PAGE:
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Fallacies of Ambiguity

Various logical errors can arise because a term or state­ment is am­bi­gu­ous and can be inter­preted in dif­fer­ent ways.

For example :

Nothing light can ever be dark.
All feathers are light.
Therefore: no feather can be dark.

Obviously, the term “light” is used here in two different meanings ( equivocation): it is used to mean the opposite of “dark” in the major premise, but the opposite of “heavy” in the minor. This syllogism specifically commits the fallacy of the ambiguous middle term.

Other names

  • Ambiguity fallacy

Description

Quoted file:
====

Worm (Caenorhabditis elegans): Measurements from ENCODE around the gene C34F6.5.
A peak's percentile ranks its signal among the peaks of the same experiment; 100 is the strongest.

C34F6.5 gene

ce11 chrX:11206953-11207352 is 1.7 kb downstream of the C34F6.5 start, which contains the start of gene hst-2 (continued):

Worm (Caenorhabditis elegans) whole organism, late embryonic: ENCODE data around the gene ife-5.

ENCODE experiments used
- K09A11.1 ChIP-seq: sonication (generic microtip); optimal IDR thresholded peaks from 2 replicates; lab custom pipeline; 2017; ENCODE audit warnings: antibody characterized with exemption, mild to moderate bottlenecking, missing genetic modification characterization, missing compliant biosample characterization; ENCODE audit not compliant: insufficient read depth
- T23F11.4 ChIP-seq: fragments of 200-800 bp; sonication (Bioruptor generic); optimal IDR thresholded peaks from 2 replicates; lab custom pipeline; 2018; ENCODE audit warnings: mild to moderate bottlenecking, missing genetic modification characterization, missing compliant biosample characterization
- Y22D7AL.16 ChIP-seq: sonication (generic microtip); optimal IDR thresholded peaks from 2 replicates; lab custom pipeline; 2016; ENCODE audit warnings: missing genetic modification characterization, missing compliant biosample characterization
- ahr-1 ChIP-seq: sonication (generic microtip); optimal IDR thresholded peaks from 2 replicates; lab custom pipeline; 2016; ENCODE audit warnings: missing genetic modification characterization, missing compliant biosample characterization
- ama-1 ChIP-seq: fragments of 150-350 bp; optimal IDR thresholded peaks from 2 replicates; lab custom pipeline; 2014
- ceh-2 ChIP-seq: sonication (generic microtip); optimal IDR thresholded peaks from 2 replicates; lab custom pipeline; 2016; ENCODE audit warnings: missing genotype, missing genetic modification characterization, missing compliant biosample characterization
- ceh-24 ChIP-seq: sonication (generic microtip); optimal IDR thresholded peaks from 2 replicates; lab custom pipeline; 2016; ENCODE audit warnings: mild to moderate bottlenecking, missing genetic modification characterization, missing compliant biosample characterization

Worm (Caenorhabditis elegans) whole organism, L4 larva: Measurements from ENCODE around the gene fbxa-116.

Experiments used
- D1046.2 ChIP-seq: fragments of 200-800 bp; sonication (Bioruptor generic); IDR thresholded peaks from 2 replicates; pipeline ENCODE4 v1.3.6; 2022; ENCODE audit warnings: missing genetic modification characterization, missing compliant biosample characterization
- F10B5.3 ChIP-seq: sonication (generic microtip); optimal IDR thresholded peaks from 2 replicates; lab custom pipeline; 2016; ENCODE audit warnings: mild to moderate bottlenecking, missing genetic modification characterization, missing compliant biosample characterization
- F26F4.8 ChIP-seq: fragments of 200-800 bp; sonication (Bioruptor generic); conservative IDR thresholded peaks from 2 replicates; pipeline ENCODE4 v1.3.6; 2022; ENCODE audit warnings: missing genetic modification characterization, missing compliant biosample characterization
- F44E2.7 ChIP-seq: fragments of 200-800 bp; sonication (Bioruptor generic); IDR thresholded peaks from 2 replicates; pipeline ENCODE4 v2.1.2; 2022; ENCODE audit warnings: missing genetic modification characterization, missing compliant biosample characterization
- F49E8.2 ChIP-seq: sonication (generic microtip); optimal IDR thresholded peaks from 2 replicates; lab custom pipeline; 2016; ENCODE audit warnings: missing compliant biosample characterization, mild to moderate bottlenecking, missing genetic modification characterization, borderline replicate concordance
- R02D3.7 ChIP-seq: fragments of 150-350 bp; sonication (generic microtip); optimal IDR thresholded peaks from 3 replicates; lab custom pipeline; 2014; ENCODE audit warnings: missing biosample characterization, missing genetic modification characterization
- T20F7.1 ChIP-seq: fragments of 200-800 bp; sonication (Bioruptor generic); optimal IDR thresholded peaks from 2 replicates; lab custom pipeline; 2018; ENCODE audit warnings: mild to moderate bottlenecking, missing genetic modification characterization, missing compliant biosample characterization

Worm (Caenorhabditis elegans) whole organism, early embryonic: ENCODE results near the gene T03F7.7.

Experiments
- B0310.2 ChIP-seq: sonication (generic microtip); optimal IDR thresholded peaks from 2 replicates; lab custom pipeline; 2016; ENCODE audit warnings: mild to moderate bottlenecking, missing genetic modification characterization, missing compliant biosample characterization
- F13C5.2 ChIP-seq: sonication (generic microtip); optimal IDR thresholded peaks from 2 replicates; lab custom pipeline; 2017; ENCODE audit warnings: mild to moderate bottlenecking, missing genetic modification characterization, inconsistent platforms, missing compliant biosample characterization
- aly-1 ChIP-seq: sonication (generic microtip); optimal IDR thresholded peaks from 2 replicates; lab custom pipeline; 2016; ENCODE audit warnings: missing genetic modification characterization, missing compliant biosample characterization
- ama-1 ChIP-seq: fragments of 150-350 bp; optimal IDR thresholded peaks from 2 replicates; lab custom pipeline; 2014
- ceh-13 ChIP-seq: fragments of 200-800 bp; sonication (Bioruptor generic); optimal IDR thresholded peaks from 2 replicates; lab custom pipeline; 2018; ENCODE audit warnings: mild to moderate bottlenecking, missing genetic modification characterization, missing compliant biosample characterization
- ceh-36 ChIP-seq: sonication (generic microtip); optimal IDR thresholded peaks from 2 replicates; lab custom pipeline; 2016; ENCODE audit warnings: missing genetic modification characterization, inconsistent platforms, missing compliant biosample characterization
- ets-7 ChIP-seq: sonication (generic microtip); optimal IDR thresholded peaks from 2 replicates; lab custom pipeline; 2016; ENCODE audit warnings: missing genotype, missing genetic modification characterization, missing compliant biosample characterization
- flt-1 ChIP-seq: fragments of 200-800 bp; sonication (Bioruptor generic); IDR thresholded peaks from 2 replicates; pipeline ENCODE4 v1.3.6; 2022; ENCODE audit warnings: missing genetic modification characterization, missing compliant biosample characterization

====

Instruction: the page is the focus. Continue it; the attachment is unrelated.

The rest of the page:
The best-known and probably also most frequent forms of the ambiguity fallacy are based on  equi­vocation – as in the example above, which is also a good example of a specific formal error in syllogisms known as the “four-term fallacy”.

However, ambiguity is not always as easy to recognize as in this example. Especially in the case of rather abstract terms, these can remain undetected and lead to equally subtle and difficult-to-recognise errors.

But not only the terms that are used in a statement can be ambiguous, ambiguity can also arise from the structure of a statement. This is described in the article on syntactic ambiguity.

In most situations, ambiguity concerns the extensions of the terms: that is, the objects that they refer to. But also the intensions of terms, i.e. the way that a statement refers to the object, can be the source of ambiguity. Such ambiguities can lead to intensional fallacies.

In this section

See also

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